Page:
Patients with lumbar stenosis presumably present for conservative care to improve their quality of life and avoid surgery. However, providing clear guidance to these patients can be difficult for a number of reasons.
A Letter to the Profession from the New President at AAAOM
Volunteering for a national, nonprofit organization brings with it such highs, lows, and accomplishments, as well as a steep learning curve.
Can a Multivitamin Reduce Breast Cancer Recurrence?
There is a great deal of controversy regarding the value of multivitamin supplements in cancer prevention. However, with respect to preventing breast cancer recurrence, an important study was published in the Journal of Breast Cancer Research and Treatment in 2011 by Kwan ML, et al.
Herbs for Digestion: The Power of Bitter
Many cultures (and indeed herbal clinicians) around the world have long respected the role of bitter herbs and foods for promoting digestion. For example, aperitifs – drinks consumed before a meal to stimulate appetite and digestion – were originally derived from bitter herbs.
Southwest Acupuncture College Brings It to Division 1 Athletes
When Michael Phelps' photograph with the distinctive round marks left by cupping went viral, the Division 1 student athletes treated through the Dal Ward Athletic Center at the University of Colorado (CU) could relate.
December, 2012, Vol. 12, Issue 12
Dealing with Clients Who Put Themselves Down
By Ben Benjamin, PhD
Anyone working in the helping professions is bound to encounter individuals who are highly self-critical, continually describing themselves as flawed or deficient in some way. As massage therapists, we might hear clients say, "I'm horribly out of shape" or "I know I should stop being so lazy and take better care of myself."
There are two types of problems with this type of thinking. The most obvious problem is an emotional one. Having negative thoughts about oneself tends to generate negative emotions — sadness, frustration, hopelessness and even despair.
Less obvious are the practical consequences. When people blame or attack themselves, they make it more difficult to understand and resolve the challenges they're facing. Vague, accusatory generalizations like, "I've been irresponsible" or "I'm so out of shape," distract the person from the specific facts that they feel badly about, such as not exercising at all for the past week, or being unable to climb stairs without getting out of breath. It starts to seem as though they need to make a profound, global transformation either in their personality (somehow becoming a responsible person) or in their body (somehow becoming "in shape"). That's a daunting prospect.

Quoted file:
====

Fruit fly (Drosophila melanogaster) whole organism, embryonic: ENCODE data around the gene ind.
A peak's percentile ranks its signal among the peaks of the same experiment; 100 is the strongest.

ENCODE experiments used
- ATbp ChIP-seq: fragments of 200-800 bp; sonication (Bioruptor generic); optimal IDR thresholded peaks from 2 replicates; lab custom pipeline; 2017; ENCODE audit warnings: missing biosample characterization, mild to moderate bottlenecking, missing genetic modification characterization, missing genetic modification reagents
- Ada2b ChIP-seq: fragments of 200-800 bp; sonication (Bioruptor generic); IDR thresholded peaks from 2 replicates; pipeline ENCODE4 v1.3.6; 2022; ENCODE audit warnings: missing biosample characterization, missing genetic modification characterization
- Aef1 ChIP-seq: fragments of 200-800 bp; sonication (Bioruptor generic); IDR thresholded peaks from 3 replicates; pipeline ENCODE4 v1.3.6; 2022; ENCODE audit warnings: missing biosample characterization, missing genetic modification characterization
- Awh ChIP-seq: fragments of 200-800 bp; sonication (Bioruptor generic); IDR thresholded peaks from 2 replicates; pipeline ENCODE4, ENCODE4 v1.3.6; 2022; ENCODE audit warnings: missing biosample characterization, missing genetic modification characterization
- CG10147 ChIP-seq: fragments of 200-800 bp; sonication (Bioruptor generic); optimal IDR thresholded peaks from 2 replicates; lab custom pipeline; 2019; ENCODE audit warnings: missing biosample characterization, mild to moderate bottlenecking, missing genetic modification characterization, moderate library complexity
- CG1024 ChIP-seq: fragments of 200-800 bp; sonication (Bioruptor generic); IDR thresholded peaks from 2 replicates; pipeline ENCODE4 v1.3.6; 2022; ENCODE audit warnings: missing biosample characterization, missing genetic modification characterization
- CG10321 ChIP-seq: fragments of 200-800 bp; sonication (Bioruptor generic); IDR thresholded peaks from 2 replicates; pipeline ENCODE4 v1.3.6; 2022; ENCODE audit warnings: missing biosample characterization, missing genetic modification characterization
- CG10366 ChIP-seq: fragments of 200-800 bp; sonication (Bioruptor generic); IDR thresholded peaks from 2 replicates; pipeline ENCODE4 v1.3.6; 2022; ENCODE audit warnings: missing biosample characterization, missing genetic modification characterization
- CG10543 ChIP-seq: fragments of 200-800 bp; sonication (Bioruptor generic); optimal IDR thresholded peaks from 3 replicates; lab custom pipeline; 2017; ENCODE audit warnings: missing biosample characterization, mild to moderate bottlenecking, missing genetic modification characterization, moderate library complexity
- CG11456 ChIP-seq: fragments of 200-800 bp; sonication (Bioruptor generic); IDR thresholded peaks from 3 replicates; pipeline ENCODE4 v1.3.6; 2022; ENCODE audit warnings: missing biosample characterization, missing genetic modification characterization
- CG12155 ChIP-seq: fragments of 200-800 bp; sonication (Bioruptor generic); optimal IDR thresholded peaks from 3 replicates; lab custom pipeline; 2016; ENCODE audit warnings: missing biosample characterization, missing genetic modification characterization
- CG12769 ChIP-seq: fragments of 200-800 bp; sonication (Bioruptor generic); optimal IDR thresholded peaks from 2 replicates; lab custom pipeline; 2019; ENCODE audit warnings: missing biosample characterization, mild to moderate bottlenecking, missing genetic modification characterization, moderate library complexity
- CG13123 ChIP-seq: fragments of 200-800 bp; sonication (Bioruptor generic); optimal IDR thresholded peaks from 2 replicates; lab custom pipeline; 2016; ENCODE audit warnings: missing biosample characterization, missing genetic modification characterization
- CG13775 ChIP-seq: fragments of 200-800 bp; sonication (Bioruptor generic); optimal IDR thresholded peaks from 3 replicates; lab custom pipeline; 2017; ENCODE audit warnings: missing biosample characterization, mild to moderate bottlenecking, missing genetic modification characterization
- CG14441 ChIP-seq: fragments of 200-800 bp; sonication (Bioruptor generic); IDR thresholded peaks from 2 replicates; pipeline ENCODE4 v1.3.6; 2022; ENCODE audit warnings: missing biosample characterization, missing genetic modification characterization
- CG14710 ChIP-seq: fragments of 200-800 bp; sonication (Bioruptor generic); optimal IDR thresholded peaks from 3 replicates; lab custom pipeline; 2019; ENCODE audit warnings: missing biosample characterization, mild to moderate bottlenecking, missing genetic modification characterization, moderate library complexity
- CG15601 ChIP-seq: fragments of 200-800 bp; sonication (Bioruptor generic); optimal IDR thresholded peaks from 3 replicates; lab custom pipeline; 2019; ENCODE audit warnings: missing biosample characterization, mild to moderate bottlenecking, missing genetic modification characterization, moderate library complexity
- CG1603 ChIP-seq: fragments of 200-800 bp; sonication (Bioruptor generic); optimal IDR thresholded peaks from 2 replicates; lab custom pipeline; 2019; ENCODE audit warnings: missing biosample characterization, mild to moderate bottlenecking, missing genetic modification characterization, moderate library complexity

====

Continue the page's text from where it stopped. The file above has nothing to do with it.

In our role as health care practitioners, we have an opportunity to help our clients approach these issues in a more constructive way. To do that, we need to resist the temptation to simply disagree with them ("No, you're doing great") or to criticize their thinking ("You're way too hard on yourself"). These responses can either lead to an argument ("You're just saying that to make me feel better") or give the person more fuel to attack themselves ("You're right; I need to have a more positive attitude. I've always had low self-esteem").
Instead, our task is to refocus the conversation. Help the person to identify the specific facts that are bothering them, and then problem-solve what they could do about them. Suppose they've fallen behind on exercising. You might help them to consider which factors in their life have supported regular exercise (such as having a workout partner or setting a regular time to exercise each day), and which have stood in their way (perhaps their workout partner moved away, or a work commitment has interfered with their regular exercise time). With these specifics in mind, they'll have a much easier time coming up with solutions — such as finding a new workout partner, setting a new time to exercise and so on.
Encourage your client to come up with these ideas themselves rather than simply giving your own suggestions. In that way, you can help them shift from feeling helpless and ineffective to being empowered to make positive changes in their life. In my own practice, I've often found that gently guiding individuals to strategize about their problems — rather than simply blaming themselves for them — is one of the greatest contributions I can make to their long-term health and well-being.
Click here for more information about Ben Benjamin, PhD.
Join the conversation
Comments are encouraged, but you must follow our User Agreementcomments powered by Disqus
Keep it civil and stay on topic. No profanity, vulgar, racist or hateful comments or personal attacks. Anyone who chooses to exercise poor judgement will be blocked. By posting your comment, you agree to allow MPA Media the right to republish your name and comment in additional MPA Media publications without any notification or payment.